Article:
THIS MONTH we’re seizing the last of summer and taking in the sights of nature and shift in light before the gardens enter into a sleepy winter hibernation.

As summer fades into autumn you’ll begin to notice the change in season as shades of bronze and gold slowly start to appear and bursts of purple add a rich contrast.

The spindle tree (?Euonymus europaea) in the formal garden will turn bright red and have an abundance of scarlet fruits opening up to expose orange seed heads.

The red oak tree, next to the gravel driveway is at its best in October when it turns into a fiery red delight.

The trees that line the paths will be laden with apples, pears, plums, figs and mulberries; a sign of a great harvest.

In early September we’ll be exploring natural dyeing using rainbows of colours from crushed flowers, berries, roots and bark. You can come along to the drop-in session to try this traditional technique for yourself.

The Discovery Garden is a family favourite at this time of year, and the combination of children enjoying natural play surrounded by a multitude of autumn colours is a wonderful sight.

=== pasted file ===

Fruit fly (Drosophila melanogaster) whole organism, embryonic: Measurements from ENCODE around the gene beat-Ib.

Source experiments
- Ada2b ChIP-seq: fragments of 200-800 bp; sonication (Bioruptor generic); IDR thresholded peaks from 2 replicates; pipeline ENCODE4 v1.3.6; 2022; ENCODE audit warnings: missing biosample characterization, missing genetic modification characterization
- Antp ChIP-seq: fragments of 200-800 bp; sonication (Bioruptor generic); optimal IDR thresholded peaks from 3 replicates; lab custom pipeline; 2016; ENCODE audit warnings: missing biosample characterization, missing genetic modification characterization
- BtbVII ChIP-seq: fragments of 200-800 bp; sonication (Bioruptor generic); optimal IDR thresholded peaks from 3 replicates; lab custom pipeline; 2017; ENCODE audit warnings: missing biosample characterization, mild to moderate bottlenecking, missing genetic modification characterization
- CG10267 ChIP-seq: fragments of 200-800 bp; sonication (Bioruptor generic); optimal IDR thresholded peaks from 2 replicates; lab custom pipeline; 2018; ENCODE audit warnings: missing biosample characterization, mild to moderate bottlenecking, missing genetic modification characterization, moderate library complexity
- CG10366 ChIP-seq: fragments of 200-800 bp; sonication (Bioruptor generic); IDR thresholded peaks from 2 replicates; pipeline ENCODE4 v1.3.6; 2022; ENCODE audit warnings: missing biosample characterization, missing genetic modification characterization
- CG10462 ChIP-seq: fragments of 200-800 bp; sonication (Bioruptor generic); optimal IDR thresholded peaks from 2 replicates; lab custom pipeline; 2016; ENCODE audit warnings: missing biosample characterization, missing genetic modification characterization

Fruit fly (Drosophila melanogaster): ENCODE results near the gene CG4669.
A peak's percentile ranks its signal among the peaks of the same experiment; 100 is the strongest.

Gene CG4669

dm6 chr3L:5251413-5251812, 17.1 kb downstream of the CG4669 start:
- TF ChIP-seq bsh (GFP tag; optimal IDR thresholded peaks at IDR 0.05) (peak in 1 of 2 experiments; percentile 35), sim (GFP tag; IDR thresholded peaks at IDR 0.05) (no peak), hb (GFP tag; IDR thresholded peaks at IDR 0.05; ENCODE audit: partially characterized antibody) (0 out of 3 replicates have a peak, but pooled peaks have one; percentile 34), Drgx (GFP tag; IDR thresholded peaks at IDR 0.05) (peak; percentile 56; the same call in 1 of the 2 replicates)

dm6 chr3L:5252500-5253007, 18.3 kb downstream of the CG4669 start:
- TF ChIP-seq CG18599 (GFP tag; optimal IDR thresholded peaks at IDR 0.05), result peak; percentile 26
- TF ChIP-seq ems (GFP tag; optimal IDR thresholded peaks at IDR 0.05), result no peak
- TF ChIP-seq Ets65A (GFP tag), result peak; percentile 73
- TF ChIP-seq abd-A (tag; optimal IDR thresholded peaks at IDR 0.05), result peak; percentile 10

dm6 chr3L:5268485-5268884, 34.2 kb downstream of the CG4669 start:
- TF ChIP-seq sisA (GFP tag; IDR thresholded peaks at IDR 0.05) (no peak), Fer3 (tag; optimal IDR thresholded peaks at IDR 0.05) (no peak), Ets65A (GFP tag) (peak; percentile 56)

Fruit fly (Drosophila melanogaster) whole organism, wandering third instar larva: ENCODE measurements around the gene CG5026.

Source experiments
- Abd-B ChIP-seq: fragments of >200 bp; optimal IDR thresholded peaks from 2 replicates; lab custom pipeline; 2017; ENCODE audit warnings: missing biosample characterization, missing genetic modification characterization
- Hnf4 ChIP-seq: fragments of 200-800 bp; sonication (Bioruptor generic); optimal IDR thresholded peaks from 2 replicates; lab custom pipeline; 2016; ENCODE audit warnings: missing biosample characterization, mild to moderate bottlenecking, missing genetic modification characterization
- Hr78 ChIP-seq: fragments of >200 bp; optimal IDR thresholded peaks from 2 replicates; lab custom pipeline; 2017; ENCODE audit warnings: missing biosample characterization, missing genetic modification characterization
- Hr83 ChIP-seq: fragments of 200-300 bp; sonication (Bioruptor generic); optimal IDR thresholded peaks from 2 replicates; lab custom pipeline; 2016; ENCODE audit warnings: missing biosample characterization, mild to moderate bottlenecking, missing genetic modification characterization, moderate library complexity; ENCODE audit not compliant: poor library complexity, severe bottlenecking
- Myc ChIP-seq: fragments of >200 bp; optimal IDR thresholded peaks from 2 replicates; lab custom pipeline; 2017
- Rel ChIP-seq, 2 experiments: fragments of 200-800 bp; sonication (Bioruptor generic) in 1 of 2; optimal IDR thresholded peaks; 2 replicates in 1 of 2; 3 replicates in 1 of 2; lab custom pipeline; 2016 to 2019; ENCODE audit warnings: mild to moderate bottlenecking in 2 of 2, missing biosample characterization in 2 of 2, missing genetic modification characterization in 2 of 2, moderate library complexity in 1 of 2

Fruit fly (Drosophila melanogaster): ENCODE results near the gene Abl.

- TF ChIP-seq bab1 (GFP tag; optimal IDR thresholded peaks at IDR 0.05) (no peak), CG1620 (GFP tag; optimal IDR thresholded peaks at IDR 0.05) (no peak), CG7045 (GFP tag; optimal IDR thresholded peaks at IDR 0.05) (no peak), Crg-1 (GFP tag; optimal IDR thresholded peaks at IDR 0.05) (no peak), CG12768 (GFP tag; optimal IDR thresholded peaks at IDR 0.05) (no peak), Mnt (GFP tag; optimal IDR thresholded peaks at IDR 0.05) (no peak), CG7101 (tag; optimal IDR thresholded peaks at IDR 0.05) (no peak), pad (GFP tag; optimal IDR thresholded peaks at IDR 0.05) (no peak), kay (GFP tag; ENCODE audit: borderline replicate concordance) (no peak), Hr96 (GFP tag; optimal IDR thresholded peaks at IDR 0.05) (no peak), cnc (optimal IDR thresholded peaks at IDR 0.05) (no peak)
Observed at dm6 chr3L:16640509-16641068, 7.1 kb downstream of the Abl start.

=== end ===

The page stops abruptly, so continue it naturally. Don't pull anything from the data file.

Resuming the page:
Children can join in with nature weaving and follow a colourful stick trail. Making mud pies, building dens, running through a willow tunnel are just a few of the other things that can be enjoyed.

On selected days we’ll be making butter in the barn and inviting children to roll up their sleeves and step into the role of gardener’s apprentice.

Inside the historic house we’ll be getting up close and personal to some of our favourite items in the collection every Wednesday and Sunday, and if you’d like to take an exclusive walk around the house before we’re open to visitors, then our ‘opening up the house’ tour is for you.

Booking is essential for this special tour.

Autumn wouldn’t be complete without a heart-warming recipe, and this autumn you can enjoy seasonal recipes in the cosy tea-room and be surrounded by history as you sit under 400-year-old beams.

Our favourite soup is made with parsnips, apples from the garden and sage from the herb border, and is a sell-out every time. The tea-room is a great place to meet friends and warm up after a stroll around the grounds.

In the shop there’s a wide selection of books available to buy to spark your creative flair. Kilner jars will be available if you wish to try the age-old tradition of butter-making at home, and mini-gardening tool kits will inspire young apprentices to get busy in their own gardens.

Entry to the shop and tea-room is free; entry to the house and garden is free for National Trust members and under-fives. General admission prices apply for non-National Trust members.

East Riddlesden Hall is open daily between Saturdays and Wednesdays, 10.30am to 4.30pm. The last admission is at 4pm. Visit for full details of all events.